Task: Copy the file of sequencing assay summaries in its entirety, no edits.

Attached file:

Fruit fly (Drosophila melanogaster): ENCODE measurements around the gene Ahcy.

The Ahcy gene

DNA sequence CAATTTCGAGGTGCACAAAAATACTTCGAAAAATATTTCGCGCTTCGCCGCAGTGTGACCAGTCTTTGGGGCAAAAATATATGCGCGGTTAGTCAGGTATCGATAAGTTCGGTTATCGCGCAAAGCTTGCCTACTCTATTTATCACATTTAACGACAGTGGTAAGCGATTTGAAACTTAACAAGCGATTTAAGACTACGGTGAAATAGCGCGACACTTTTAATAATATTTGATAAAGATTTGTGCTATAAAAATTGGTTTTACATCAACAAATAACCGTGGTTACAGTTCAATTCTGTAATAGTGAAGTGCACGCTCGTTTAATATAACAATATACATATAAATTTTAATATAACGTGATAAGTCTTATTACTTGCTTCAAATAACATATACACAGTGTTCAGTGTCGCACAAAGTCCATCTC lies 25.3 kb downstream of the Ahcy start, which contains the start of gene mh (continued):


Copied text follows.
Fruit fly (Drosophila melanogaster): ENCODE measurements around the gene Ahcy.

The Ahcy gene

DNA sequence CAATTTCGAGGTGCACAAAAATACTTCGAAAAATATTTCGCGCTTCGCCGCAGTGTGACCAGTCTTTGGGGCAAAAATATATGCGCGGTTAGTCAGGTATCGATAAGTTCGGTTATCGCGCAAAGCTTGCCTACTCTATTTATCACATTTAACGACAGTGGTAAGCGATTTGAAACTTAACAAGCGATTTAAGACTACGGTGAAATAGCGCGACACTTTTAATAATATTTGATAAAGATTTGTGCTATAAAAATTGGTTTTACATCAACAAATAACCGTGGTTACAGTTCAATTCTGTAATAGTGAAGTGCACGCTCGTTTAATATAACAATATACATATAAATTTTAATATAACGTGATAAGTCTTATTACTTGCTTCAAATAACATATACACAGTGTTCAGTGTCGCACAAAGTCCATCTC lies 25.3 kb downstream of the Ahcy start, which contains the start of gene mh (continued):